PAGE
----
To describe “The Quarterback” as just an emotional TV episode wouldn’t be accurate, because on Thursday night (October 10), the lines blurred, as the real actors said goodbye to their friend Cory Monteith — and his character Finn Hudson — on “Glee.”
The episode begins three weeks after Finn’s death (and nearly three months after Monteith died at age 31 of an accidental drug and alcohol overdose). “Glee” castmembers spanning several seasons reunited back at the school to celebrate the life of their fallen friend.
“Everyone wants to talk about how he died too. But who cares? One moment his whole life,” Finn’s stepbrother, Kurt Hummel (Chris Colfer) says at the top of the “Glee” tribute, a nod to show creators’ decision not to explain how the character died.
“I care more about how he lived, and anyone who has a problem with that should remember that he was my brother,” said Finn Hudson’s brother Kurt Hummel (Chris Colfer) during Thursday night’s “Glee” tribute to the late Cory Monteith.
Glee club members past and present joined forces to perform a stoic, beautiful rendition of “Seasons of Love,” and Sam and Artie gave a plaintively affecting version of “Fire and Rain.” It was difficult to imagine fans making it through the hour without a tissue.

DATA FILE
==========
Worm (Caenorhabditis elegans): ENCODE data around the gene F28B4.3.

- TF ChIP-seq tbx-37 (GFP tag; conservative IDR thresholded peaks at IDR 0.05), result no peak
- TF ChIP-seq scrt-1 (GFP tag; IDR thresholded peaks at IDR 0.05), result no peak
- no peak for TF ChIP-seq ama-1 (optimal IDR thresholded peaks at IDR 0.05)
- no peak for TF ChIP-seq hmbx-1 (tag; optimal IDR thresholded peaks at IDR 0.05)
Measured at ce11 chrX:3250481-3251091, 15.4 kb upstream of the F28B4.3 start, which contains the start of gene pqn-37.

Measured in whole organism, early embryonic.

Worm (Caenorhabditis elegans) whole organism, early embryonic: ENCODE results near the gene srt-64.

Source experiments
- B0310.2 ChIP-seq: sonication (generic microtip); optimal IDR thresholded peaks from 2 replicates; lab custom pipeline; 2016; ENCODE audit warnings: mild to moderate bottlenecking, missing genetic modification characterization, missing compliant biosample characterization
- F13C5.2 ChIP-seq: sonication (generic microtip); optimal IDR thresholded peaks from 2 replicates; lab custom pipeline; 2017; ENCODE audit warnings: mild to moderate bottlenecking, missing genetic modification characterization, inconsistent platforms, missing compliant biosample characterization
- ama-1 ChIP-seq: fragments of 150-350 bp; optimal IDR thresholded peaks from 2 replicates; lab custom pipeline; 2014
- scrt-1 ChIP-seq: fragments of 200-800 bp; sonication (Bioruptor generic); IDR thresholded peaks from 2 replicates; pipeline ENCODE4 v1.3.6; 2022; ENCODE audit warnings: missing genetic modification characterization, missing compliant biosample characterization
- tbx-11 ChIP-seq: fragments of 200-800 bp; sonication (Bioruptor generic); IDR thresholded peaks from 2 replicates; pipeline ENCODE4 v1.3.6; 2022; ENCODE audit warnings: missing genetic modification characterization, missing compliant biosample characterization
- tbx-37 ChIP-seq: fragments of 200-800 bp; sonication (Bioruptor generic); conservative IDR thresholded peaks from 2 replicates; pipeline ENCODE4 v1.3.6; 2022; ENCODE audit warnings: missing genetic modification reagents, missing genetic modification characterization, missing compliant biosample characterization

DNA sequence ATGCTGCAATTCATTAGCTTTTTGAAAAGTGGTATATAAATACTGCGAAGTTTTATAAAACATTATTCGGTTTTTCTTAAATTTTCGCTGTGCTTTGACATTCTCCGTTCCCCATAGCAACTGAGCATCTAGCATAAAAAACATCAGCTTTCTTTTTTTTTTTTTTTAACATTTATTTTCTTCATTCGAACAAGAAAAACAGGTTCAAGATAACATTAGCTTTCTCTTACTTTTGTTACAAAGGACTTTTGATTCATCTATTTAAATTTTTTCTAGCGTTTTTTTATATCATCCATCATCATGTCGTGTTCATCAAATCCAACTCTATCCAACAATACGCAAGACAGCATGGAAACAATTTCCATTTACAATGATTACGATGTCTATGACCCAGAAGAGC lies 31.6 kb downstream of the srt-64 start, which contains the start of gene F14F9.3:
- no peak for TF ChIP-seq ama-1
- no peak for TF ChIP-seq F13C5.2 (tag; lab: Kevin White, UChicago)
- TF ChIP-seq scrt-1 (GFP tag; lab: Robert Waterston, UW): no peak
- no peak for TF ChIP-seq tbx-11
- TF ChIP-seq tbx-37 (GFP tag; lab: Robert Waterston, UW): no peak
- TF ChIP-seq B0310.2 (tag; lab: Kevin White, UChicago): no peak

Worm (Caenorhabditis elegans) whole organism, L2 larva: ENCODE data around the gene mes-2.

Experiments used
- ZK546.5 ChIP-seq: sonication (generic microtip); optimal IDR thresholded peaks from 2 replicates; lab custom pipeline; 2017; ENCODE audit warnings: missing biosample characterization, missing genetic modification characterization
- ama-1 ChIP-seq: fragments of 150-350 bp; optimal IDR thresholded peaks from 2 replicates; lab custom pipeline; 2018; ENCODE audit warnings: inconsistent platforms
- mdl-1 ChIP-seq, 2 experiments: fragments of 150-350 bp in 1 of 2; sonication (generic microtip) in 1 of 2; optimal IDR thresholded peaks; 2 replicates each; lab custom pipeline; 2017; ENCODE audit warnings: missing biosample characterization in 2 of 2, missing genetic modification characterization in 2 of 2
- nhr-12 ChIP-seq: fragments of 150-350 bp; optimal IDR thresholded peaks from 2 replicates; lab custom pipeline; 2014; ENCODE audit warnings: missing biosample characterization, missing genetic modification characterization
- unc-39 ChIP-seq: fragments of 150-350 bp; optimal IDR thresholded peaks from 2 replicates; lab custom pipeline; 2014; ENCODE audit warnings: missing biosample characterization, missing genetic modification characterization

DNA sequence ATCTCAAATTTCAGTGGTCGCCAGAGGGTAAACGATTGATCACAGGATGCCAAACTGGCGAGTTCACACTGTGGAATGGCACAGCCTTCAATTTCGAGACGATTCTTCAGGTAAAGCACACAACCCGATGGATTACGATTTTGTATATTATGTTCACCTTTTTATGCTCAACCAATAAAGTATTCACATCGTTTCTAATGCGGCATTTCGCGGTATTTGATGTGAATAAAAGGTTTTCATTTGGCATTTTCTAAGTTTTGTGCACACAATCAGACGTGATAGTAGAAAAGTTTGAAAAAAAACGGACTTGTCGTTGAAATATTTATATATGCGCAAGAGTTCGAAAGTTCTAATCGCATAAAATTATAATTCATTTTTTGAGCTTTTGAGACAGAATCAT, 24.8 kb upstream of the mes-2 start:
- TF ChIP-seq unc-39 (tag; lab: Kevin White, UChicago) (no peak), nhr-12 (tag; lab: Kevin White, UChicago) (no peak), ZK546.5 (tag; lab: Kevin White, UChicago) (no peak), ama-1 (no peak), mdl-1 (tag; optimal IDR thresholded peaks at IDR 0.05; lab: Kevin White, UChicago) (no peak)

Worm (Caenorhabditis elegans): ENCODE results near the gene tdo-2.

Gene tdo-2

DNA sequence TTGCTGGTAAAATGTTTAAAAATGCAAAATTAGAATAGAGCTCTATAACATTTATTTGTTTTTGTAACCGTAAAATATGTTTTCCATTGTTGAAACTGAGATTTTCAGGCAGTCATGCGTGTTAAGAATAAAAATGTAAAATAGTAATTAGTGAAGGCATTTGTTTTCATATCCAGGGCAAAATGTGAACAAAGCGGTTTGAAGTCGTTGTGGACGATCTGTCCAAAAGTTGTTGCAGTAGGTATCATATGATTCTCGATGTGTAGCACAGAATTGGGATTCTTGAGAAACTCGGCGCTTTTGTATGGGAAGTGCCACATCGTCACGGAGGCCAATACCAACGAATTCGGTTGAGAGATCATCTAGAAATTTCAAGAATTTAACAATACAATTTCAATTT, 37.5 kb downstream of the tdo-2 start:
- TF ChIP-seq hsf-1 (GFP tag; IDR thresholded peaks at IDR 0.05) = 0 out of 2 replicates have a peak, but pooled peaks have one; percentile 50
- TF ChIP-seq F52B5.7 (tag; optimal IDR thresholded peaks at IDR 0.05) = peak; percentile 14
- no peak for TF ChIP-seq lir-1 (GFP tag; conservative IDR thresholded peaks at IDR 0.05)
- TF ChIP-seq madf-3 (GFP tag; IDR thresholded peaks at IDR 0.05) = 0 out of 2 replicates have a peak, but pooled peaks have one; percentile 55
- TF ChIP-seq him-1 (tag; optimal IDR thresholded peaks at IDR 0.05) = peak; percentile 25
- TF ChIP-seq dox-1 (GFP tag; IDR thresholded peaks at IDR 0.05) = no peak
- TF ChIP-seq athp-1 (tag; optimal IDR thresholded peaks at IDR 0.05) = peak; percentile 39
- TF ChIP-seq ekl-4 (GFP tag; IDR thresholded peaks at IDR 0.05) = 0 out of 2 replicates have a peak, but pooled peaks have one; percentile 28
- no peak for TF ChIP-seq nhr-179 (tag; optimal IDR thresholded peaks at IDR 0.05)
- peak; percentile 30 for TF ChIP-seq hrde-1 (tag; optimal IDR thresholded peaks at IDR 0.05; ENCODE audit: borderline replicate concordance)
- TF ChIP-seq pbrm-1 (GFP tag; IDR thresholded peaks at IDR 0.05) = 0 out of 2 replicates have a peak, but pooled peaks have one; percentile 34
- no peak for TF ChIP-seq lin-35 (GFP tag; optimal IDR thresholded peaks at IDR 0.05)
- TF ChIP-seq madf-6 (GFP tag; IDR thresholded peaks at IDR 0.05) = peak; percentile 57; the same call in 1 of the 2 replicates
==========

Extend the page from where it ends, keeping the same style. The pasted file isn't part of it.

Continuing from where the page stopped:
Finn’s McKinley classmates had their own personal moment to say goodbye to their friend. Mercedes sang “I’ll Stand by You,” Santana performed “If I Die Young,” and Puck said his final farewell with a touching rendition of “No Surrender.”
In between the heartfelt songs and earnest nostalgia, the story that developed through the second half of the episode was the disappearance of Finn’s varsity jacket. We learned that Mr. Schue took the jacket, breaking down over the loss of his favorite student.
Parts of the episode felt like the viewer was intruding on these extremely intimate moments. The best example? Lea Michele’s rendition of “Make You Feel My Love.” This wasn’t just Rachel Berry performing; it was as if Lea saying goodbye again to her offscreen love as well.
Michele’s musical number shined brightly. “He was my person,” she tearfully affirmed to Mr. Schue.
In the pilot episode, before Mr. Schue volunteered to head glee club, he found a plaque from the 1993 championship show choir team that read, “By its very definition, Glee is about opening yourself up to joy.” At the end of that episode, the glee club miraculously came together and sang their now seminal version of “Don’t Stop Believin’,” which was the first of countless performances that brought so much happiness to millions of people each week. While Cory Monteith’s life was tragically cut short, his legacy and the joy he brought to his legions of fans will go on and on.